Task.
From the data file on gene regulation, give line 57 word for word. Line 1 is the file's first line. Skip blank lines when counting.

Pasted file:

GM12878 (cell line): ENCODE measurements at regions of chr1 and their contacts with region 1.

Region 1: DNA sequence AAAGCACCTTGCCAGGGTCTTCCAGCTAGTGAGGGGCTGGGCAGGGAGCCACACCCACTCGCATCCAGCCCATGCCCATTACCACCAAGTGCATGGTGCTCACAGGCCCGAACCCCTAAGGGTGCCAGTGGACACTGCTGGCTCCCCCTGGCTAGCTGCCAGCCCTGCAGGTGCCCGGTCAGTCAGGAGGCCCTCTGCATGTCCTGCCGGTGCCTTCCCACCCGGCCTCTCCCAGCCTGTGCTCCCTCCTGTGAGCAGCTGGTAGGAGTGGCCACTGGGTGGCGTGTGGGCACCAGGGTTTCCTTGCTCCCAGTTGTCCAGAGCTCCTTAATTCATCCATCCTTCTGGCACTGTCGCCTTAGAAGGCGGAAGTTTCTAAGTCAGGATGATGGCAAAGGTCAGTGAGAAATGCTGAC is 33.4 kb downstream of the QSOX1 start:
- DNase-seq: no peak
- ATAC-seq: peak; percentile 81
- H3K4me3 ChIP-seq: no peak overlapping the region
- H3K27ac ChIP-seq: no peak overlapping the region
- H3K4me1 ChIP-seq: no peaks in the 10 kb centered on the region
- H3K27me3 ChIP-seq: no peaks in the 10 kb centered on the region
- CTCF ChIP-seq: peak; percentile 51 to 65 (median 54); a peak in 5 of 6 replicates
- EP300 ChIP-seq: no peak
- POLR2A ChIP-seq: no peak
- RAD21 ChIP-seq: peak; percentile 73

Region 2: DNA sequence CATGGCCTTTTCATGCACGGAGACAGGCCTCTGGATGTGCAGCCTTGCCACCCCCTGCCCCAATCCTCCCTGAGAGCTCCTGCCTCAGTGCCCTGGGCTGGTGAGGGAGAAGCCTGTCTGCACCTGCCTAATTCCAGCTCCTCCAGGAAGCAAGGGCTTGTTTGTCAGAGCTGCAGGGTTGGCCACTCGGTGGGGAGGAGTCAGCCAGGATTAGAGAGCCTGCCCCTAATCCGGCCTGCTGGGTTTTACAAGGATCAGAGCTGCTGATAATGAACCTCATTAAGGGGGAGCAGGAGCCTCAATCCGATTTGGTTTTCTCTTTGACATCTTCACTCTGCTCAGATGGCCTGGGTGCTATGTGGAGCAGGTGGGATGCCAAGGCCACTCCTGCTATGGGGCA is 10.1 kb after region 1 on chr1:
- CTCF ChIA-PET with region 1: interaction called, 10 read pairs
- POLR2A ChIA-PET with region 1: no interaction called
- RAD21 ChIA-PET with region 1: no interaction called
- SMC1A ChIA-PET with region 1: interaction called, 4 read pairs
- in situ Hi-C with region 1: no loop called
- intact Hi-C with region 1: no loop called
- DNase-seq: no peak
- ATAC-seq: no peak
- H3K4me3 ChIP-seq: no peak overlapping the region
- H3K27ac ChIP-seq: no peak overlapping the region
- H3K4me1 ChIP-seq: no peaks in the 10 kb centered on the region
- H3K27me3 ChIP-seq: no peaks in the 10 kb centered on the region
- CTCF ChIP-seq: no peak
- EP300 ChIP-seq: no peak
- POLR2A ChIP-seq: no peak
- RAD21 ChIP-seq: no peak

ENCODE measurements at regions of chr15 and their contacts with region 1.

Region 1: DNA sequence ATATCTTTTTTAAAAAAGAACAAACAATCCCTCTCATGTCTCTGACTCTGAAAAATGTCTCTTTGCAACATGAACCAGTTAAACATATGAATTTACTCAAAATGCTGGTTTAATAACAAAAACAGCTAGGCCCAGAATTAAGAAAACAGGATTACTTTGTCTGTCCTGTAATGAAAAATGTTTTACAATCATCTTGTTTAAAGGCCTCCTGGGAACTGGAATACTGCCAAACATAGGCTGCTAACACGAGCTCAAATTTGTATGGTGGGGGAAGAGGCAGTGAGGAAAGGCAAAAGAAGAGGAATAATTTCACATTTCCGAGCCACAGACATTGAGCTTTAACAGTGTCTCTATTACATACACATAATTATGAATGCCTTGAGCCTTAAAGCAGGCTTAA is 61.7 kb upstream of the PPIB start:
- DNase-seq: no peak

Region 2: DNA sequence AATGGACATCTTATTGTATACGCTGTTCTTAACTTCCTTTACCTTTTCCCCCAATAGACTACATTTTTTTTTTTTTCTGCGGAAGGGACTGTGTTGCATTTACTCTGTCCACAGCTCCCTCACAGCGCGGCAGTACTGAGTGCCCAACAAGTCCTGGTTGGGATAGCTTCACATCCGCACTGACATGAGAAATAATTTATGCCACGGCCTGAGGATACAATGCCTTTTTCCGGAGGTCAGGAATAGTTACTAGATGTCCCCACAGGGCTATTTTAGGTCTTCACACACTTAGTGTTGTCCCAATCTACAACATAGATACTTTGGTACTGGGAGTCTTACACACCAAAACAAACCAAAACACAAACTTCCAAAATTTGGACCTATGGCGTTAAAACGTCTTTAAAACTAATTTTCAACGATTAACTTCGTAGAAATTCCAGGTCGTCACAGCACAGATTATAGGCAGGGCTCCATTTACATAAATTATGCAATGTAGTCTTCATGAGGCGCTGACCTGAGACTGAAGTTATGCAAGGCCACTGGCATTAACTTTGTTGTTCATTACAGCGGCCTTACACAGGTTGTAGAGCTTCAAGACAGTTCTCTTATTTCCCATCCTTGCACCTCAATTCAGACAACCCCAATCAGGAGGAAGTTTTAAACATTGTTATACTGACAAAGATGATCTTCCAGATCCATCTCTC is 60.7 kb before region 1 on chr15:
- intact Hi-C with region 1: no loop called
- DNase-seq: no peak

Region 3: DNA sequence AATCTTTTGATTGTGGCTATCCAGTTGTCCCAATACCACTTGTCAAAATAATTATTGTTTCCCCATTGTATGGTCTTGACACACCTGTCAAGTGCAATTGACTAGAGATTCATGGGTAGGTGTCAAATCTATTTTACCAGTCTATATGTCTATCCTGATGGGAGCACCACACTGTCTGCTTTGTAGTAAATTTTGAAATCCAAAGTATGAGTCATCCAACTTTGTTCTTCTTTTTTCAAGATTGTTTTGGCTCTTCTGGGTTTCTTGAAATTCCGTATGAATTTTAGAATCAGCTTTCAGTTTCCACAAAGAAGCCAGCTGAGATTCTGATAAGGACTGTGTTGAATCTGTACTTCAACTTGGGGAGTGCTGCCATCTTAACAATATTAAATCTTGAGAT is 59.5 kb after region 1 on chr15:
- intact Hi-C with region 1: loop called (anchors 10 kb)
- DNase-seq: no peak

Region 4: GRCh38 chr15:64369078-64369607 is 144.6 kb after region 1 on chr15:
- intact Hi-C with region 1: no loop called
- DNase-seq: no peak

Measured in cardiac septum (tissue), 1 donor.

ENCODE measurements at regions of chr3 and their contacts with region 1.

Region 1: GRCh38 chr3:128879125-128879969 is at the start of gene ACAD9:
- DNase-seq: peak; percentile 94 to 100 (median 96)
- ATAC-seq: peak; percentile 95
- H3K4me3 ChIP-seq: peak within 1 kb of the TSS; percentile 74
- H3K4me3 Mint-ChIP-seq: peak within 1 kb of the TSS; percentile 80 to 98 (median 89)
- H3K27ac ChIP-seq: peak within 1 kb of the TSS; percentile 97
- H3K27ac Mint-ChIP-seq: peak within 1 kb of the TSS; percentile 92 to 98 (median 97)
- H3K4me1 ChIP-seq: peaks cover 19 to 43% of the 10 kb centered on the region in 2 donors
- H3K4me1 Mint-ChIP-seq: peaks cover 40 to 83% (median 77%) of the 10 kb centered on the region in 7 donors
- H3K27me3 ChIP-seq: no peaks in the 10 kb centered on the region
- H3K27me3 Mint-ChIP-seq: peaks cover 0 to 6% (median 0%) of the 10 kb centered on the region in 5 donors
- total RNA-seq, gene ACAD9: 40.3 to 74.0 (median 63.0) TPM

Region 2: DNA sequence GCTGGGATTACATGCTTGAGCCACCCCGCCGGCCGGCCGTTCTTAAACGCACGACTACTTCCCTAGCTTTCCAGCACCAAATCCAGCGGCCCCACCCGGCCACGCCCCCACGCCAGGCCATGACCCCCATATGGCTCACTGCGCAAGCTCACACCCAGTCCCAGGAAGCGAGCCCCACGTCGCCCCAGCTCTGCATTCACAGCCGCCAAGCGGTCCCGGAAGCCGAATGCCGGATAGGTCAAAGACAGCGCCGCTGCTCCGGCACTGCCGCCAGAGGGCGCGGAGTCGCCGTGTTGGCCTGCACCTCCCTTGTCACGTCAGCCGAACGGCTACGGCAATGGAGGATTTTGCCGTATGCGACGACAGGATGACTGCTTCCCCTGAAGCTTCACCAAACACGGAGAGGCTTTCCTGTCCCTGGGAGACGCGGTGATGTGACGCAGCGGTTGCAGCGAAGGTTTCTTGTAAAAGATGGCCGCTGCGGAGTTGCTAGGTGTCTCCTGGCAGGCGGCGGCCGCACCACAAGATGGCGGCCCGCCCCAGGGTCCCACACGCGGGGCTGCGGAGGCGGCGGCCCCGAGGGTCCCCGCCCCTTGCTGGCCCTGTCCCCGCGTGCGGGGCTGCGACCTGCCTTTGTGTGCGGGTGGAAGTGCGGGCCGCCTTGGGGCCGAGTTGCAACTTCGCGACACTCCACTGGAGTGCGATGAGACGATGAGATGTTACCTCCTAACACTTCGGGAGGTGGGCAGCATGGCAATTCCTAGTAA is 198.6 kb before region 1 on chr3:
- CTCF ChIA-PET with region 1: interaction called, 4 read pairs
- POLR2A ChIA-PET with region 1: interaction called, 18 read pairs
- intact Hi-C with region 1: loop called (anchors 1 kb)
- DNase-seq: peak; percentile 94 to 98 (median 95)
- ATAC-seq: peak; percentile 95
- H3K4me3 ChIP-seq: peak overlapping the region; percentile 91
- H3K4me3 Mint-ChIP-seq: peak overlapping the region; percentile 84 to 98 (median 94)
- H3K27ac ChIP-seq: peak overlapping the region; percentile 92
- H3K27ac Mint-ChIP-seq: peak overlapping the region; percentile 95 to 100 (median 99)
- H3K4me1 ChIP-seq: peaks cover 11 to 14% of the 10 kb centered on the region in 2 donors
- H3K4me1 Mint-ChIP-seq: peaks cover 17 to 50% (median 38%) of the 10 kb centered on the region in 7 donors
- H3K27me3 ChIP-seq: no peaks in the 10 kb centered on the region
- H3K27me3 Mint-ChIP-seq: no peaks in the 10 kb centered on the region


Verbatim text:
- CTCF ChIA-PET with region 1: interaction called, 4 read pairs